Louisiana is in the throes of a major drought that has reduced palatable browse for deer; they are having to depend on less desirable food sources to survive. Forty-three-year-old Daniel Colvin, of Bernice, is offering a 4 ½ acre smorgasbord of wheat, clover and turnips that virtually guarantee that when he sits on his stand, it’s almost a sure thing that he’ll see deer.
Colvin is an entrepreneur who has a variety of professions. He deals in real estate buying and selling, is a commercial fisherman, has a lawn service and is a consultant to property owners who want to provide the best opportunity for attracting and holding deer.
A haven for deer
Colvin has converted his own 1,300 acres in Union Parish to a haven for deer and as a result, he has been successful in growing some impressive bucks. Colvin keeps cameras out year round, provides minerals all year and improves the land by controlled burning and thinning where needed. He knows and keep records on virtually every buck on the property, but there was one that provided a bit of a mystery this year.
“I’m really not sure if I knew about this particular buck,” Colvin said. “I knew I had a big one on the property and had a photo of one back in July in velvet before his rack fully developed that I knew was going to be special. Then he just disappeared and I never had a picture of this particular buck after that.”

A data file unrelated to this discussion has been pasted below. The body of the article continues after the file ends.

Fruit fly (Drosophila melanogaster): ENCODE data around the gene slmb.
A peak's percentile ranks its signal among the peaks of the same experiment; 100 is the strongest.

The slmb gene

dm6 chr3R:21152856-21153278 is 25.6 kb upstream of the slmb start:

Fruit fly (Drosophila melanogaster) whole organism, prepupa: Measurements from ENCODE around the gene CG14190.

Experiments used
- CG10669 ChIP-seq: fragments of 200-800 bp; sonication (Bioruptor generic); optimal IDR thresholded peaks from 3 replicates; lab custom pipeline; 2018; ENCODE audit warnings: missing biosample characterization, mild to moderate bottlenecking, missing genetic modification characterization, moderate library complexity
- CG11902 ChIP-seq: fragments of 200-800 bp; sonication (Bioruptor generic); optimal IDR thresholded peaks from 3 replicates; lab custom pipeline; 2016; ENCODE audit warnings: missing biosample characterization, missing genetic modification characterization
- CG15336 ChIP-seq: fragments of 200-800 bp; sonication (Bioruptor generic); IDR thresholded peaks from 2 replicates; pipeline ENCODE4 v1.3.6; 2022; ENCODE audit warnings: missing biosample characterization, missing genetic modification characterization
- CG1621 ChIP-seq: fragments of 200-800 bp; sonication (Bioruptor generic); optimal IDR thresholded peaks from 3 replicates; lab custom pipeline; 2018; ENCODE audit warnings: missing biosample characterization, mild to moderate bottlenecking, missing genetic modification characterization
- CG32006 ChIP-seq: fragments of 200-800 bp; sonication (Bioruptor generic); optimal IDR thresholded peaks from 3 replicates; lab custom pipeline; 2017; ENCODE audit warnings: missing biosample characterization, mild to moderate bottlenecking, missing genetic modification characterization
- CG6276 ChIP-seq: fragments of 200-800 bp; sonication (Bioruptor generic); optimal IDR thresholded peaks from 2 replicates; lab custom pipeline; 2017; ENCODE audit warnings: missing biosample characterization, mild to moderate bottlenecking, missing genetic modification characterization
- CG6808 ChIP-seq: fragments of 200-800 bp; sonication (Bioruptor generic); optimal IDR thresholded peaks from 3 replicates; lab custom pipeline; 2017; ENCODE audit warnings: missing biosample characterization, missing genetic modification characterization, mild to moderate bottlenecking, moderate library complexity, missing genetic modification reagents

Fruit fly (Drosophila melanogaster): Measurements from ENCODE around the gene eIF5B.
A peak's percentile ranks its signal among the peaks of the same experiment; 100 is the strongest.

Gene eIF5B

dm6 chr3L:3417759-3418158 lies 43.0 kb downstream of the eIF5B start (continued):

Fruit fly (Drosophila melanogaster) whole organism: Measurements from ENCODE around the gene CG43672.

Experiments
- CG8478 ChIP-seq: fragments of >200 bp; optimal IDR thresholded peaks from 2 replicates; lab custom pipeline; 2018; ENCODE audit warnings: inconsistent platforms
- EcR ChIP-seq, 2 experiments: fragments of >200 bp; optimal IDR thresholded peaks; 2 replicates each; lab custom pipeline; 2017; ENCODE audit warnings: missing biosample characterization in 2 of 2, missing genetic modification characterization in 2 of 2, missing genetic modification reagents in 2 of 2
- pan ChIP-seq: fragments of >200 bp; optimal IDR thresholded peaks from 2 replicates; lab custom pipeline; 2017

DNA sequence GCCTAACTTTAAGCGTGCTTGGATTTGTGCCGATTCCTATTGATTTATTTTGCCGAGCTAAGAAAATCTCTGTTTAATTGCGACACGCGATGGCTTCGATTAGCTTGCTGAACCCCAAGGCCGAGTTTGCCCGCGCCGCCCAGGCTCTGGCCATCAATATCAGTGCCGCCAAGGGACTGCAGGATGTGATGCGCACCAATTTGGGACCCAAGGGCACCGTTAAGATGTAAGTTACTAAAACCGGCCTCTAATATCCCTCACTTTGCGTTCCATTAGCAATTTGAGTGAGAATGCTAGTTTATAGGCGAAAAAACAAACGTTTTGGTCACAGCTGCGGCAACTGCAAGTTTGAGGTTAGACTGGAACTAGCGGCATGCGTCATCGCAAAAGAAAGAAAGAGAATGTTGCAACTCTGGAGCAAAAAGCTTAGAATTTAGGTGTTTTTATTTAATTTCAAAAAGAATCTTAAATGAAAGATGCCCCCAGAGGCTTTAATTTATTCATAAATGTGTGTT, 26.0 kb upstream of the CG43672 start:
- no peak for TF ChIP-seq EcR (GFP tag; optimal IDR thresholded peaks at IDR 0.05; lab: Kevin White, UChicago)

As dry as things have been, it had rained the night of Oct. 29 and continued on into the next morning, finally ceasing on Monday, Oct. 30.
“I knew the deer would be moving after the rain and bucks were starting to make scrapes and chase does,” Colvin said. “At 3:30, I got in my box stand overlooking the food plot and actually ran off a doe and yearling as I got to the stand. Soon after getting settled in the stand, several small bucks showed up and were starting to harass does that had also arrived.”
Young buck bolted
Around 5:00 that afternoon, Colvin noticed one particular small buck had his eyes fixed on the adjacent woods. Suddenly, the young buck bolted and ran from the food plot.
“I knew there had to be a bigger buck that had spooked this little buck, so I kept my eyes on the direction the buck was looking,” Colvin said. “Then I saw a big rack and then the body of an impressive buck as it stepped out. I knew it was a shooter for sure, so I got my 25.06 Remington up and five seconds later I hit the trigger. The buck ran about 20 yards before falling at the edge of the food plot.”
The buck sported an impressive rack of 11 points, had an inside spread of 19 2/8 inches, impressive main beams of 24 and 25 inches and 5 inch bases. He was determined to be 5 ½ years old and weighed in at 190 pounds.
Colvin took him to official Buckmaster scorer Greg Hicks and the tape came to 154 4/8 inches.
Although Colvin has a record of just about every deer on the property, this one, never actually identified, was a bit of a mystery that ended successfully.